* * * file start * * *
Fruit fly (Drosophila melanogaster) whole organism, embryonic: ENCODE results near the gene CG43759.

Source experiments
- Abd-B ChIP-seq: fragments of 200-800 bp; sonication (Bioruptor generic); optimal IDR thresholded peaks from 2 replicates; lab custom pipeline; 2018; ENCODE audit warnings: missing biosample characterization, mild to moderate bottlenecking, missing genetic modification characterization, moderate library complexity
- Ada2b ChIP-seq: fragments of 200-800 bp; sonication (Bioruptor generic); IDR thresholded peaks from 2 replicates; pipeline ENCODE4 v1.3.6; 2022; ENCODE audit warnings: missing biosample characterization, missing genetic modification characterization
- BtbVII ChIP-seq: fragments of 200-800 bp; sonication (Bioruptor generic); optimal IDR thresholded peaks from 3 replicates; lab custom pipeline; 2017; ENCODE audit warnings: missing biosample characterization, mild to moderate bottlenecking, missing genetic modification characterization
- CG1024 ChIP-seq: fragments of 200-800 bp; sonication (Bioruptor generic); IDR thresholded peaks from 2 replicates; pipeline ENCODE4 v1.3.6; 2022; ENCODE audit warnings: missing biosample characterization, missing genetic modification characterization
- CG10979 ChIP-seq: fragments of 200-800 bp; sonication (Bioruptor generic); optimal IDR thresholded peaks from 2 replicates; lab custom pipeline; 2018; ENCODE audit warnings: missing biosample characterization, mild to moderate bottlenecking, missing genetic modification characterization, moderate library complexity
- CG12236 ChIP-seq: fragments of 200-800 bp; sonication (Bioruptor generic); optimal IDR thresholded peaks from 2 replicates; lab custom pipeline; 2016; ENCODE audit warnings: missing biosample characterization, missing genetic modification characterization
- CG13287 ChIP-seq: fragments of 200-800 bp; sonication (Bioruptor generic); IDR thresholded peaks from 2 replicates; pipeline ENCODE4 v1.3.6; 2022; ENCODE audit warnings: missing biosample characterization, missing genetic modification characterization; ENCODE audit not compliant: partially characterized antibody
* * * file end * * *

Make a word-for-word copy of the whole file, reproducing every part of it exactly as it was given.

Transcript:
Fruit fly (Drosophila melanogaster) whole organism, embryonic: ENCODE results near the gene CG43759.

Source experiments
- Abd-B ChIP-seq: fragments of 200-800 bp; sonication (Bioruptor generic); optimal IDR thresholded peaks from 2 replicates; lab custom pipeline; 2018; ENCODE audit warnings: missing biosample characterization, mild to moderate bottlenecking, missing genetic modification characterization, moderate library complexity
- Ada2b ChIP-seq: fragments of 200-800 bp; sonication (Bioruptor generic); IDR thresholded peaks from 2 replicates; pipeline ENCODE4 v1.3.6; 2022; ENCODE audit warnings: missing biosample characterization, missing genetic modification characterization
- BtbVII ChIP-seq: fragments of 200-800 bp; sonication (Bioruptor generic); optimal IDR thresholded peaks from 3 replicates; lab custom pipeline; 2017; ENCODE audit warnings: missing biosample characterization, mild to moderate bottlenecking, missing genetic modification characterization
- CG1024 ChIP-seq: fragments of 200-800 bp; sonication (Bioruptor generic); IDR thresholded peaks from 2 replicates; pipeline ENCODE4 v1.3.6; 2022; ENCODE audit warnings: missing biosample characterization, missing genetic modification characterization
- CG10979 ChIP-seq: fragments of 200-800 bp; sonication (Bioruptor generic); optimal IDR thresholded peaks from 2 replicates; lab custom pipeline; 2018; ENCODE audit warnings: missing biosample characterization, mild to moderate bottlenecking, missing genetic modification characterization, moderate library complexity
- CG12236 ChIP-seq: fragments of 200-800 bp; sonication (Bioruptor generic); optimal IDR thresholded peaks from 2 replicates; lab custom pipeline; 2016; ENCODE audit warnings: missing biosample characterization, missing genetic modification characterization
- CG13287 ChIP-seq: fragments of 200-800 bp; sonication (Bioruptor generic); IDR thresholded peaks from 2 replicates; pipeline ENCODE4 v1.3.6; 2022; ENCODE audit warnings: missing biosample characterization, missing genetic modification characterization; ENCODE audit not compliant: partially characterized antibody